What’s Your Name?

What’s your name?

Not a particularly difficult question, generally speaking. In English, when we say name, we usually mean a person’s given, or first, name. Things can be a little more confusing when you have to switch to dealing with French though. I’m currently living in Belgium, and routinely get momentarily confused by forms which ask first for nom, and then prénom. My instinct is to write my first name in the space for nom, until I remember that in French, nom means surname, and prénom means first name.

It can feel quite illogical when you’re used to English. It’s interesting how the two languages treat names differently. The word surname comes, ironically, from the Anglo-French sornom, meaning above name, therefore seeming to prioritise given names, identifying them as the most important of the two names, by awarding them the word name. Whereas in French, the word nom seems to prioritise surnames, with the prefix pré- suggesting that one’s first name is secondary to one’s family name. Yet while it’s true that in Francophone countries, bureaucracy will often place one’s surname in capital letters before one’s first name; in common usage, French speakers use names much as English speakers do, so if you are thinking of taking up French, or moving to a French-speaking country, the nom/prénom confusion should only be a minor one.

In Spanish though, things can be a little more complex. Spanish speakers still put their given name first, but confusion can arise by the fact that people usually have two surnames: their father’s first surname, and their mother’s. Usually the father’s is placed first, but this is no longer obligatory. I’ve been occasionally been confused by this at work. Sometimes a Spanish-speaking student would only supply one surname, or at least only one would be recorded in the computer system. This is usually ok, until it gets to the summer and family groups arrive, with sometimes each family member being recorded as having a different surname.

Things get even more complicated when you throw María into the mix. It’s quite common to name a girl María to honour the Virgin Mary, with the name usually followed by a shrine, religious place, or concept, e.g. María de los Ángeles (Maria of the Angels). In such cases though, the María is usually dropped, and the woman will simply go by Ángeles, Dolores, Pilar etc. María is often added to male names too, as in the case of golfer José María Olazábal, or former Spanish Prime Minister José María Aznar, though in such cases it’s often abbreviated to M.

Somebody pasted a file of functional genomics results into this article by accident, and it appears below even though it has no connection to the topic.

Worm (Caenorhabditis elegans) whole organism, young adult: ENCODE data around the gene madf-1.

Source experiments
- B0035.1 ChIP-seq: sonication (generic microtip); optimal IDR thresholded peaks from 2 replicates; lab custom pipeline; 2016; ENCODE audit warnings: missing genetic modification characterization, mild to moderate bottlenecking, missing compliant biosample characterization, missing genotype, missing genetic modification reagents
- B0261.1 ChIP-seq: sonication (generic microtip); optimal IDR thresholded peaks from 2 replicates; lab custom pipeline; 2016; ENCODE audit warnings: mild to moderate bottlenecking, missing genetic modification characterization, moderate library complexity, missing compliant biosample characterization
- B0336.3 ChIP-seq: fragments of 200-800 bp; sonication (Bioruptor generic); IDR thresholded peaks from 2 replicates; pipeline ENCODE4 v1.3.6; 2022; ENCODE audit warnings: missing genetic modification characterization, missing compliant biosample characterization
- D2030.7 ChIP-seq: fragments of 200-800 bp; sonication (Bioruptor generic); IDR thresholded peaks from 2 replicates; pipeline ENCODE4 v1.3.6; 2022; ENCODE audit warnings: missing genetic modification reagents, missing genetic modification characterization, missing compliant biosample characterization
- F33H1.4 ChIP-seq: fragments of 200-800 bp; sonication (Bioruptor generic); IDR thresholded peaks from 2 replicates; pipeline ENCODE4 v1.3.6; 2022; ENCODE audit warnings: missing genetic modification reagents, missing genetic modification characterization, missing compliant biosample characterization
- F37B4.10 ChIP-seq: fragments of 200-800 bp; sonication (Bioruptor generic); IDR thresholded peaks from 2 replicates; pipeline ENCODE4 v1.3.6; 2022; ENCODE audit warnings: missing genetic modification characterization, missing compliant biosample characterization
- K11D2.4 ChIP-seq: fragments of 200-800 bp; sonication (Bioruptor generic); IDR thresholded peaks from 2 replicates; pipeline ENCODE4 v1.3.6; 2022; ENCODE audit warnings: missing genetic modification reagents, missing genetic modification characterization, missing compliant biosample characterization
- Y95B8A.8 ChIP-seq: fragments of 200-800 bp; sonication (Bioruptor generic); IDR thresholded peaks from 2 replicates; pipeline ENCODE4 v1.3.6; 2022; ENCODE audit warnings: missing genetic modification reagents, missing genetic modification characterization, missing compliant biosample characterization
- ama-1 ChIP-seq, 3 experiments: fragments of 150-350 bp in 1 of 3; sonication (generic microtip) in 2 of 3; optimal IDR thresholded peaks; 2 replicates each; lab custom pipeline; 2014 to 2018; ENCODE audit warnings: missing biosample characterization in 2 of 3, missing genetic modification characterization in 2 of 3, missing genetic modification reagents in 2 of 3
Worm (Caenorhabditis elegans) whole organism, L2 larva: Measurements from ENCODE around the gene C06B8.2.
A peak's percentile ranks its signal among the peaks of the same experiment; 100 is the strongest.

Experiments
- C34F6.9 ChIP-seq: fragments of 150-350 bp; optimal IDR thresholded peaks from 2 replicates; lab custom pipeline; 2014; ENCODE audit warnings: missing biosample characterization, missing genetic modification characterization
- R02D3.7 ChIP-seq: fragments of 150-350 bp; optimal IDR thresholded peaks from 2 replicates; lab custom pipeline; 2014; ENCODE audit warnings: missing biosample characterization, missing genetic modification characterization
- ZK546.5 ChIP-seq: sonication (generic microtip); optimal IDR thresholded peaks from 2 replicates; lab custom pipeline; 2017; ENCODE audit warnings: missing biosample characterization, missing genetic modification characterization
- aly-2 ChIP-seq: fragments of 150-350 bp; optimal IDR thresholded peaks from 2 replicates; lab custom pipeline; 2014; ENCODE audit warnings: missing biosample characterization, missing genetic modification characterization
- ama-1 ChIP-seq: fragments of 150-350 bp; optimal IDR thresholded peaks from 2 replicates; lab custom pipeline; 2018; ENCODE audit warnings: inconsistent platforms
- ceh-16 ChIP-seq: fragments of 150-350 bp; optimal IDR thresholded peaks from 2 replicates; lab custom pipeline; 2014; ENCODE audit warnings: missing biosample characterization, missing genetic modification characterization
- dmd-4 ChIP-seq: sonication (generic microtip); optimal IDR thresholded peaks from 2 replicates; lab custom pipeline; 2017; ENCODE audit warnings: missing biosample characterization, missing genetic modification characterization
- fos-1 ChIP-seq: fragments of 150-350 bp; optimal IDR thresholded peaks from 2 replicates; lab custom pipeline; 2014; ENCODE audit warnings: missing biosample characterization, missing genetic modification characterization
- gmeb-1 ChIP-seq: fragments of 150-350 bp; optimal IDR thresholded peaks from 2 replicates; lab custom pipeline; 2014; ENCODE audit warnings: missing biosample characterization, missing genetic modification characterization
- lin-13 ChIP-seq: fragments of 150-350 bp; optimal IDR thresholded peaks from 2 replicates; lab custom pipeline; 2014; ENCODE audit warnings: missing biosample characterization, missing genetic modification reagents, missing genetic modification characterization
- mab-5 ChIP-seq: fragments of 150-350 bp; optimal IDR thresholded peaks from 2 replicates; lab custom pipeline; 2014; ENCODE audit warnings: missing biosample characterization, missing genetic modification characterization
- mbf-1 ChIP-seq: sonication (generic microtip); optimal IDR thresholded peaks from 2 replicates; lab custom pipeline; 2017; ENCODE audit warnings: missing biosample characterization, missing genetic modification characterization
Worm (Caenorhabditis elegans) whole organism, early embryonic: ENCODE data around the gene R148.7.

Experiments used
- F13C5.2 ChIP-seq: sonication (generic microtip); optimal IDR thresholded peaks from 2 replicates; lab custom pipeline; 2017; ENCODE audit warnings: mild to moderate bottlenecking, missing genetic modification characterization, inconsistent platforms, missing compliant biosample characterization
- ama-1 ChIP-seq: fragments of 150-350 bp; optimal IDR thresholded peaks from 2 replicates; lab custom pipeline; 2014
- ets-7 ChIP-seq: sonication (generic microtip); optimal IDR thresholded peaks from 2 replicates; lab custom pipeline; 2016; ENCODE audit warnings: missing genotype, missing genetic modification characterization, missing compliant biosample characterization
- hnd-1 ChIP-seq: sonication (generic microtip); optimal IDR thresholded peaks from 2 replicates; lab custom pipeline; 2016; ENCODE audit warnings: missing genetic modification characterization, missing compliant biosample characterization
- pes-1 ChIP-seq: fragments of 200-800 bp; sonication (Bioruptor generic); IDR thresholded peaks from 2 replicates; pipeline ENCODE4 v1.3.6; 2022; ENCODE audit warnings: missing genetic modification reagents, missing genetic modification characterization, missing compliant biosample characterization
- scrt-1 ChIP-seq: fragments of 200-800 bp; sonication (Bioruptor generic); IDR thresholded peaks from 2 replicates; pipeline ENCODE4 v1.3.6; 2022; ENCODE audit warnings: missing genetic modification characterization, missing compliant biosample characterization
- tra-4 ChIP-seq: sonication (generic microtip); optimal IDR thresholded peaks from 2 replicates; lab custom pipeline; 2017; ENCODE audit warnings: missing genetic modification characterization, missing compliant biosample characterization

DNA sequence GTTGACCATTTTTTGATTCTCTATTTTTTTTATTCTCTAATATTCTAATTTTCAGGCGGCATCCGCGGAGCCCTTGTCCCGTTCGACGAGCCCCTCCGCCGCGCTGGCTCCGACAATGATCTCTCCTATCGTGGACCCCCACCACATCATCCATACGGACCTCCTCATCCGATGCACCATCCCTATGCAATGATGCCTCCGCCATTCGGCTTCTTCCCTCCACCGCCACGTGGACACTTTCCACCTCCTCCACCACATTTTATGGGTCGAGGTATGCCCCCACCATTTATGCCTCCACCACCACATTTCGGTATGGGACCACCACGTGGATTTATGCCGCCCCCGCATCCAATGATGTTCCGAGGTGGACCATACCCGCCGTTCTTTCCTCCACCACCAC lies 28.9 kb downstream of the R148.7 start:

Another curiosity that’s always intrigued me about the Spanish language is the popularity of the name Jesús compared to other languages. I can understand why countries strongly influenced by Christianity would avoid using it as a name, as it’s often considered to be breaking the Fourth Commandment, forbidding taking God’s name in vain. Historians are divided as to why this is so. Some have suggested that it began during the Moorish occupation of Spain. As there was no taboo among the Muslim Moors about naming their sons after Muhammad, some Spanish apparently began to name their sons after Jesus, either in emulation or defiance of the Moorish tradition. Others suggest that the name originated from people having de Jesús added to their names, to honour Jesus, as in José de Jesús, with the original first names gradually being dropped. Others point to the fact that the Biblical Jesus has often been referred to as Jesucristo, thus meaning that Jesús alone was less controversial.

So while names are pretty straightforward in English, it’s always worth considering these linguistic differences when dealing with people from other backgrounds. And that’s not even getting into pronunciation, which I think I’ll look at tomorrow…

8 thoughts on “What’s Your Name?

  1. Interesting! In the Netherlands our last names were officially documented when Napoleon made us a province of France (long long ago) and so there are some really crazy surnames around here. Most names are quite normal like Pieterzoon (son of a guy named Pieter) or Koopman (a guy who was probably a merchant when he had to document his last name), but there’s also Naaktgeboren (literally translates: born naked). There are also quite some last names that have what we call a ‘tussenvoegsel’. This is usually the word ‘van’ or ‘van der’ which means that the person is from the place that is behind the ‘tussenvoegsel’.

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    • As you write, most hereditary surnames in the Netherlands date only the beginning of the 19th century. So – I’m thinking – some Dutch surnames in the USA, which became hereditary earlier are not found in modern Netherlands, e.g., Roosevelt, Schuyler, of New Amsterdam. Am I correct in believing this?
      The same may be true also of some Afrikaner names of South Africa.

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      • I don’t know much about Dutch names in the USA, but I think Schuyler can be German as well. Personally, I think that hereditary surnames come from before the 19th century. It was only in that time that they were officially documented. Take the surname ‘Bakker’ for example. This name suggests that the guy was a baker and that was probably a family thing, so in a way that family was always known as the baker family. I’m not sure if I’m correct, but that’s my guess 🙂

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  2. In China ,it is different .i mean the family name is before the given name .maybe we emphasis affectionate relationship .you know ,here we are extended family .the links between families are strong .

    Liked by 1 person

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